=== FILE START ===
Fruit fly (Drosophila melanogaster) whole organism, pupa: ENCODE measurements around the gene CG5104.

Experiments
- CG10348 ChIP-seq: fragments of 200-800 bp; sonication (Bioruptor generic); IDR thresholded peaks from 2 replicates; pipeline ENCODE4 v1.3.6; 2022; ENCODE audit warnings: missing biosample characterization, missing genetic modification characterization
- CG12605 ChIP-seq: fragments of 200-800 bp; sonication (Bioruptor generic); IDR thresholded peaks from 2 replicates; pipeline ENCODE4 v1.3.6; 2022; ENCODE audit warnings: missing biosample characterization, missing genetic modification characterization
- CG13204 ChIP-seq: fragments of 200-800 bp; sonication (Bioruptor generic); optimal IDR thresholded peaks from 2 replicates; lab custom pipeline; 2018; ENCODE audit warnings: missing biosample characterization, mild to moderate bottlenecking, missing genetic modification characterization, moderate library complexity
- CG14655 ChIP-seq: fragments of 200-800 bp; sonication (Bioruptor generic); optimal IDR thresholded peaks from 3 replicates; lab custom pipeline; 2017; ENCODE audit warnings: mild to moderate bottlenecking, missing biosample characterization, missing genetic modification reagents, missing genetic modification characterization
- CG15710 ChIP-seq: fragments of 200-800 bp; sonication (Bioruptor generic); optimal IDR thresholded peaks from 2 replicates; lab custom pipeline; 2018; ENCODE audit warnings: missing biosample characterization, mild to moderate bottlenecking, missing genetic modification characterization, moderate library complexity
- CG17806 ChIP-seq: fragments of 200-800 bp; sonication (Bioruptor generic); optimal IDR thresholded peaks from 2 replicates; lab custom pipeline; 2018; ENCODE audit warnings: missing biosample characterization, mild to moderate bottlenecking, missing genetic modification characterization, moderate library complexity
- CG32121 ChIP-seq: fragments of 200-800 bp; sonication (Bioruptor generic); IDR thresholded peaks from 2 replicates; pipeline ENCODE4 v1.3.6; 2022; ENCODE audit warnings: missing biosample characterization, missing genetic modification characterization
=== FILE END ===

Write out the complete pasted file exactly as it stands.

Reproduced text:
Fruit fly (Drosophila melanogaster) whole organism, pupa: ENCODE measurements around the gene CG5104.

Experiments
- CG10348 ChIP-seq: fragments of 200-800 bp; sonication (Bioruptor generic); IDR thresholded peaks from 2 replicates; pipeline ENCODE4 v1.3.6; 2022; ENCODE audit warnings: missing biosample characterization, missing genetic modification characterization
- CG12605 ChIP-seq: fragments of 200-800 bp; sonication (Bioruptor generic); IDR thresholded peaks from 2 replicates; pipeline ENCODE4 v1.3.6; 2022; ENCODE audit warnings: missing biosample characterization, missing genetic modification characterization
- CG13204 ChIP-seq: fragments of 200-800 bp; sonication (Bioruptor generic); optimal IDR thresholded peaks from 2 replicates; lab custom pipeline; 2018; ENCODE audit warnings: missing biosample characterization, mild to moderate bottlenecking, missing genetic modification characterization, moderate library complexity
- CG14655 ChIP-seq: fragments of 200-800 bp; sonication (Bioruptor generic); optimal IDR thresholded peaks from 3 replicates; lab custom pipeline; 2017; ENCODE audit warnings: mild to moderate bottlenecking, missing biosample characterization, missing genetic modification reagents, missing genetic modification characterization
- CG15710 ChIP-seq: fragments of 200-800 bp; sonication (Bioruptor generic); optimal IDR thresholded peaks from 2 replicates; lab custom pipeline; 2018; ENCODE audit warnings: missing biosample characterization, mild to moderate bottlenecking, missing genetic modification characterization, moderate library complexity
- CG17806 ChIP-seq: fragments of 200-800 bp; sonication (Bioruptor generic); optimal IDR thresholded peaks from 2 replicates; lab custom pipeline; 2018; ENCODE audit warnings: missing biosample characterization, mild to moderate bottlenecking, missing genetic modification characterization, moderate library complexity
- CG32121 ChIP-seq: fragments of 200-800 bp; sonication (Bioruptor generic); IDR thresholded peaks from 2 replicates; pipeline ENCODE4 v1.3.6; 2022; ENCODE audit warnings: missing biosample characterization, missing genetic modification characterization